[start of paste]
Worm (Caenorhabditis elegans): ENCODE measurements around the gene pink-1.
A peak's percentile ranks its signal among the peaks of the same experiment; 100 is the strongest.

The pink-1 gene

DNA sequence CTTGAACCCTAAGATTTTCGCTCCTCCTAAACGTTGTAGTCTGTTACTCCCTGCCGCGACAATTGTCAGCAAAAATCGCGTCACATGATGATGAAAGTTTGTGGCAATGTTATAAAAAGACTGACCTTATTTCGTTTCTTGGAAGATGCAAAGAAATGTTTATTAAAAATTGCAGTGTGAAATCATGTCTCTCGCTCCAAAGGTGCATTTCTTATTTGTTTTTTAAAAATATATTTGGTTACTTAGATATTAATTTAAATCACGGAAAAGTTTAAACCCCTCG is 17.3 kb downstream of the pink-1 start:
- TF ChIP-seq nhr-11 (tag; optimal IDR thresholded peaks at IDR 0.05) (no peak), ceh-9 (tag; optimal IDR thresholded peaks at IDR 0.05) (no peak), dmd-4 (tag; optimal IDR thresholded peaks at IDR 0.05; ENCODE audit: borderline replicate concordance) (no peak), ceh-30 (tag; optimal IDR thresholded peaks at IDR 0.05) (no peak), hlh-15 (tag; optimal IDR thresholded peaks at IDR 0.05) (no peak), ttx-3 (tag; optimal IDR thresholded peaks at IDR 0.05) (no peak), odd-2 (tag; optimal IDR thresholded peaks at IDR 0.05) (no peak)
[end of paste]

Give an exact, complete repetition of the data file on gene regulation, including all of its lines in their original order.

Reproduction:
Worm (Caenorhabditis elegans): ENCODE measurements around the gene pink-1.
A peak's percentile ranks its signal among the peaks of the same experiment; 100 is the strongest.

The pink-1 gene

DNA sequence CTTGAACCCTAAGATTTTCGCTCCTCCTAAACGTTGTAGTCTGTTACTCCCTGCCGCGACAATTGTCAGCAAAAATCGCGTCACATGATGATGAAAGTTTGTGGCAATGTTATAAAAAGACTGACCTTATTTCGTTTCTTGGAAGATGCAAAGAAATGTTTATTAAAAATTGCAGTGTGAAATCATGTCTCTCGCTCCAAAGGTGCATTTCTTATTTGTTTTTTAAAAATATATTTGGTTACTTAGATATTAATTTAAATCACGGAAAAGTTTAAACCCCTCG is 17.3 kb downstream of the pink-1 start:
- TF ChIP-seq nhr-11 (tag; optimal IDR thresholded peaks at IDR 0.05) (no peak), ceh-9 (tag; optimal IDR thresholded peaks at IDR 0.05) (no peak), dmd-4 (tag; optimal IDR thresholded peaks at IDR 0.05; ENCODE audit: borderline replicate concordance) (no peak), ceh-30 (tag; optimal IDR thresholded peaks at IDR 0.05) (no peak), hlh-15 (tag; optimal IDR thresholded peaks at IDR 0.05) (no peak), ttx-3 (tag; optimal IDR thresholded peaks at IDR 0.05) (no peak), odd-2 (tag; optimal IDR thresholded peaks at IDR 0.05) (no peak)